Impaired temporal processing of tactile and proprioceptive stimuli in cerebellar degeneration

Michele Tinazzi, Francesca Morgante, Alessia Peretti, Caterina Mariotti, Marta Panzeri, Mirta Fiorio, Alfonso Fasano

Research output: Contribution to journalArticlepeer-review

Abstract

Performance of timed motor sequences relies on the cerebellum and basal ganglia, which integrate proprioceptive information during the motor task and set internal timing mechanisms. Accordingly, these structures are also involved in other temporal processes, such as the discrimination of the different afferent information in the domain of time. In the present study we tested temporal processing of proprioceptive and tactile stimuli in 20 patients with neurodegenerative cerebellar ataxia and 20 age- and sex-matched healthy subjects. Tactile temporal discrimination threshold was defined as the value at which subjects recognized the two stimuli as asynchronous. Temporal discrimination movement threshold of the first dorsal interosseous and flexor carpi radialis was defined as the shortest interval between two paired electrical stimuli in which the subjects blindfolded perceived two separate index finger abductions and wrist flexions. Both tactile and movement temporal discrimination thresholds were higher in patients with cerebellar ataxia. No correlation was found with disease duration and severity. Our study demonstrates that temporal processing of tactile and proprioceptive stimuli is impaired in patients with cerebellar neurodegeneration and highlights the involvement of cerebellum in temporal processing of somatosensory stimuli of different type.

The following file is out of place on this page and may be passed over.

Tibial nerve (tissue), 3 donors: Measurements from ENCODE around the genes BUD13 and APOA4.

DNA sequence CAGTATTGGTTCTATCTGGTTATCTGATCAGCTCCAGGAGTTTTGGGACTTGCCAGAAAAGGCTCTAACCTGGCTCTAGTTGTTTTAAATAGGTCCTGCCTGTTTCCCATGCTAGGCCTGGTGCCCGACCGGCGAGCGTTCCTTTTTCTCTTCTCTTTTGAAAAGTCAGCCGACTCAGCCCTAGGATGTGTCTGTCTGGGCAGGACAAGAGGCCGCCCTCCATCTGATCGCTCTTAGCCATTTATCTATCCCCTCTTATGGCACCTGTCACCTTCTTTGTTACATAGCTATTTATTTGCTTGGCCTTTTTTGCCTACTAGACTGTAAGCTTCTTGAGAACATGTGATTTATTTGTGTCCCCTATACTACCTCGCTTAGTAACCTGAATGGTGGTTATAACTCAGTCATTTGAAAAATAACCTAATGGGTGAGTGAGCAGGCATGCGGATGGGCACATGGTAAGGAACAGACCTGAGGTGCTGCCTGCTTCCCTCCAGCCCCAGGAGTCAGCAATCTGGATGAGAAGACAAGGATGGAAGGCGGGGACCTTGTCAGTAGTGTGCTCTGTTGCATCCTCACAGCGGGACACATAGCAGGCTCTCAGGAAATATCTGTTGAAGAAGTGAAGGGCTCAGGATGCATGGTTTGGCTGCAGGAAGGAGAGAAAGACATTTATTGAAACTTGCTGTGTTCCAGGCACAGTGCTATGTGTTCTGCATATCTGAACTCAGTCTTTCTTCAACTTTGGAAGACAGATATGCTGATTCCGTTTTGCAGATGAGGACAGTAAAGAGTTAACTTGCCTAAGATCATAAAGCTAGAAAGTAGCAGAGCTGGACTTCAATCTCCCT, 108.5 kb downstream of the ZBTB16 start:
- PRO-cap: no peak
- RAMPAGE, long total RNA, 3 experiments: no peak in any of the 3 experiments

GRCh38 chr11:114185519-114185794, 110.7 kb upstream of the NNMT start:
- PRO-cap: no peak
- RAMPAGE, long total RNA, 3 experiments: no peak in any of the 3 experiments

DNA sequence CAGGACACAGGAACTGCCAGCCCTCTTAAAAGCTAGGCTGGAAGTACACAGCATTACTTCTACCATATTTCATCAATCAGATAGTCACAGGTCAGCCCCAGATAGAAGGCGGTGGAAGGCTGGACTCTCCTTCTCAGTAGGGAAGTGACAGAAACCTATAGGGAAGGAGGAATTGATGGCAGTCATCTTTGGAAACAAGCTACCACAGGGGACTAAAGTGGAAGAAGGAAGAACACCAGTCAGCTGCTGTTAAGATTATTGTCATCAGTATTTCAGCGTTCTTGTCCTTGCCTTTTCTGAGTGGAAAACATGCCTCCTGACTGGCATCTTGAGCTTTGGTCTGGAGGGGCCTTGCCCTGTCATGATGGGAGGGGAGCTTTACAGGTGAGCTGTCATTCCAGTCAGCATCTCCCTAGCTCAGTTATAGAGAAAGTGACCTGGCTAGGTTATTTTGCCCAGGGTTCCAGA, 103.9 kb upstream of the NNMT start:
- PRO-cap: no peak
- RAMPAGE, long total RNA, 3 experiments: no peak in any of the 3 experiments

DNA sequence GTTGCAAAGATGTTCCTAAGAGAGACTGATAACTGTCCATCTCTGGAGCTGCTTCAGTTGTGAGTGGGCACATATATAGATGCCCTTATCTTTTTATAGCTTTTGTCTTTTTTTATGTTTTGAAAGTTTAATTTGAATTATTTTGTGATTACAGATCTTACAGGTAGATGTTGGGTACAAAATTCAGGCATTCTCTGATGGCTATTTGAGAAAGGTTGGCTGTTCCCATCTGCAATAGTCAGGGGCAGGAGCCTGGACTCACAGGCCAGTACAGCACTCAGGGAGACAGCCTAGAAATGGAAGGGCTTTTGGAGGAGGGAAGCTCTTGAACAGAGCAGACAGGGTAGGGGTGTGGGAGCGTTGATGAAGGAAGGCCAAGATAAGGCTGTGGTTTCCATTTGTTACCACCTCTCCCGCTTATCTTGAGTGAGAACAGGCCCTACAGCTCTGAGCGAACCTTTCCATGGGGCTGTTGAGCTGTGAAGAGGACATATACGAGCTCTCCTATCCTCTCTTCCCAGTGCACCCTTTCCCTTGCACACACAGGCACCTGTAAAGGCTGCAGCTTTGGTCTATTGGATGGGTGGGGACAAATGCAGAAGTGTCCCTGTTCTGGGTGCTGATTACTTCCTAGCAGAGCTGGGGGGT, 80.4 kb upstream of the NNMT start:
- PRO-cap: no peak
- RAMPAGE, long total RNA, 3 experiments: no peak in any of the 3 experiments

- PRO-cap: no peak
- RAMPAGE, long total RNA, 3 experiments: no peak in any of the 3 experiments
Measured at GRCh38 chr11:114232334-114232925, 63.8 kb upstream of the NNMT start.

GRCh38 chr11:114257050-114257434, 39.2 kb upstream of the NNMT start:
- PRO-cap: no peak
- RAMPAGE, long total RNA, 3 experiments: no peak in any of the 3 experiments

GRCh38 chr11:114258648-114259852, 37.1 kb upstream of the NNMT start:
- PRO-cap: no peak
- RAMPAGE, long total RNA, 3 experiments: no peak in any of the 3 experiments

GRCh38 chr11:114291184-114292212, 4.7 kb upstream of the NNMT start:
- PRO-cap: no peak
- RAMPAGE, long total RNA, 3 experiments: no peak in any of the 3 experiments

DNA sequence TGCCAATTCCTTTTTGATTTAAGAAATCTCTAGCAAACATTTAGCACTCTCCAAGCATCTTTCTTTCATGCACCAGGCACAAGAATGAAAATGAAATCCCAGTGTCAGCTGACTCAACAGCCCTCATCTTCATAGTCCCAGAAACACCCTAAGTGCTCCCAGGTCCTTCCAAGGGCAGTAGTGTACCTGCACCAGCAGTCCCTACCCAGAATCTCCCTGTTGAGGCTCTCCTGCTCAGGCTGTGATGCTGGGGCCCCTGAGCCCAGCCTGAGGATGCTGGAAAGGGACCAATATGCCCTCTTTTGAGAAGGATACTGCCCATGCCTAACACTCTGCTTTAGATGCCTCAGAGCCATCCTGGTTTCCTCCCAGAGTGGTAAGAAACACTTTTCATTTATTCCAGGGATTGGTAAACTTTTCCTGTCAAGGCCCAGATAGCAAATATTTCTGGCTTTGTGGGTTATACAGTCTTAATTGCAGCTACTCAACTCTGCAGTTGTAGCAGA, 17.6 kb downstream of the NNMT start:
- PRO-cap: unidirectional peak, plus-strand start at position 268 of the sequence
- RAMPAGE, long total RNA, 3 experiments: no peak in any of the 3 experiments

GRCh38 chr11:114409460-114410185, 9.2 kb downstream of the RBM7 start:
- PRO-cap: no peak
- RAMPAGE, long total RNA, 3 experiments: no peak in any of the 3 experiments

Original languageEnglish
Article numbere78628
JournalPLoS One
Volume8
Issue number11
DOIs
Publication statusPublished - Nov 11 2013

ASJC Scopus subject areas

  • Agricultural and Biological Sciences(all)
  • Biochemistry, Genetics and Molecular Biology(all)
  • Medicine(all)

Fingerprint Dive into the research topics of 'Impaired temporal processing of tactile and proprioceptive stimuli in cerebellar degeneration'. Together they form a unique fingerprint.

Cite this